In defense of Planned Parenthood
It’s Women’s History Month, and Congress is having a party. Members of Congress plan to celebrate by cutting federal funding for Planned Parenthood, effectively leaving millions of low-income women and men without family planning services and life-saving screenings and treatments. This bill not only affects Planned Parenthood, but also affects the budgets of Title X clinics, support for Women, Infants, and Children (WIC) and other programs that provide prenatal healthcare, which serve millions of low-income women and children each year.
While the central issue surrounding Planned Parenthood is abortion—for which no federal funding is allotted—it is important to realize that the organization provides so many other crucial benefits. Pulling their funding without a backup plan the epitome of irresponsibility. Put aside the abortion debate for a second and take a look at the bigger picture: HIV and cancer screenings, reproductive health checkups, counseling, contraception and family planning. There exists no other organization with the scope—800 clinics nationwide—or impact of Planned Parenthood in these areas, and when the funding goes, so do these critical services.
Putting the abortion debate back on the table, Planned Parenthood provides a safety net for women in impossible situations. Let’s be honest; sometimes, even when having responsible sex, the condom breaks or the pill doesn’t work as well as it should. Life is full of slip-ups, and it is better to have a safe, supportive and educative environment for young women than to force them into a situation where they feel their only options are a dangerous back-room abortion or suicide. Keep in mind, however, that Planned Parenthood does not advocate abortion, but rather educates women or young families of their options, which, while including abortion consist of keeping the baby, or carrying the baby to term and putting it up for adoption in the event that they are unwilling or unable to take care of the child.
What is even more ironic about this resolution is that conservative advocates want to stop funding WIC, which would allow those low-income women who choose to have their babies to raise them healthily. This is the Republicans’ plan to “fix” the ongoing budget crisis: force women who cannot afford to raise a child to carry their babies to term and then pull any financial support system out from under them. While perhaps saving money in the short run, the long-term medical costs associated with malnourished children are surely greater than programs that would prevent any such complications. Apparently, everyone has the right to live, but not necessarily in health or security.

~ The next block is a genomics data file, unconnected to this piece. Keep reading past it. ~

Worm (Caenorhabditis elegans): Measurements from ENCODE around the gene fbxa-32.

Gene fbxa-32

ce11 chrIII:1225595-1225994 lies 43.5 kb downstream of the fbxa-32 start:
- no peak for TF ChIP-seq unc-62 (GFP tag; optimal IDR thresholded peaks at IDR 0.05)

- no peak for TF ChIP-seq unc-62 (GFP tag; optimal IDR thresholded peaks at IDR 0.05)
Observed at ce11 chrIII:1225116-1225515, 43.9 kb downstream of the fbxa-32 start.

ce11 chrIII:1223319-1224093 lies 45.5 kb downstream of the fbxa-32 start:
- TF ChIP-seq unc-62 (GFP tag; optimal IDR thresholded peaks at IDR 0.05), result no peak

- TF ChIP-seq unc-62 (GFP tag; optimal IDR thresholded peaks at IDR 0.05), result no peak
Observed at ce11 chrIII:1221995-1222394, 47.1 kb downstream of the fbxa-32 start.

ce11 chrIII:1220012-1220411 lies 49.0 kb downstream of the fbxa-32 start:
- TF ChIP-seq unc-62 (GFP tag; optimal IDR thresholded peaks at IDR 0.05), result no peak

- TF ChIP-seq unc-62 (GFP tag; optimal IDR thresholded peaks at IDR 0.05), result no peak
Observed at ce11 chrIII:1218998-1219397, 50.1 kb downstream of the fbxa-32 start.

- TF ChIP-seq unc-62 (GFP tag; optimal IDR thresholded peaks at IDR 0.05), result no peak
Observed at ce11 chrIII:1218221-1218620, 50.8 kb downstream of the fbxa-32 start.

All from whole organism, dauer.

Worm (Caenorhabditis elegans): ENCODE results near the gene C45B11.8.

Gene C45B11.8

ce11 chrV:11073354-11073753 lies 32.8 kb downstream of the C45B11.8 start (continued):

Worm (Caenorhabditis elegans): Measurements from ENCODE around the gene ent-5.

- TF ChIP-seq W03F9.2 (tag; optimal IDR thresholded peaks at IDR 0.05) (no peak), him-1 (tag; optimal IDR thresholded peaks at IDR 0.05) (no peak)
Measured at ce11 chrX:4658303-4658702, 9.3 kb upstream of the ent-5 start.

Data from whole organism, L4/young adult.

Because they are “pro-life,” conservatives have also stipulated a provision in the bill that would allow hospitals to deny the use of federal funds for an abortion that would save a woman’s life. There are unfortunate instances in which a woman’s body is too weak to carry a baby to term, and in order to save at least one life an abortion is necessary. In the event that the mother cannot afford an abortion, these federal funds are the only shot she has at survival, and denying them to her is as good as a death sentence.
Instead of setting women’s rights back half a century, let’s celebrate Women’s History Month by honoring the progress made in the past and by realizing the potential that the future holds. There is still much headway to be made for women in the realm of equal pay, status and universal childcare—things that would, much to the joy of both liberals and conservatives, decrease the abortion rate—and the only way to achieve these aspirations is to build off of what we already have. Conservatives need to understand that the budget crisis will not be solved by cutting funding for programs that support low-income women, but instead by using the existing funding to empower women to be self-sufficient.
Only then will women and children not have to rely so heavily on the government-funded programs that are said to be draining the resources of the state.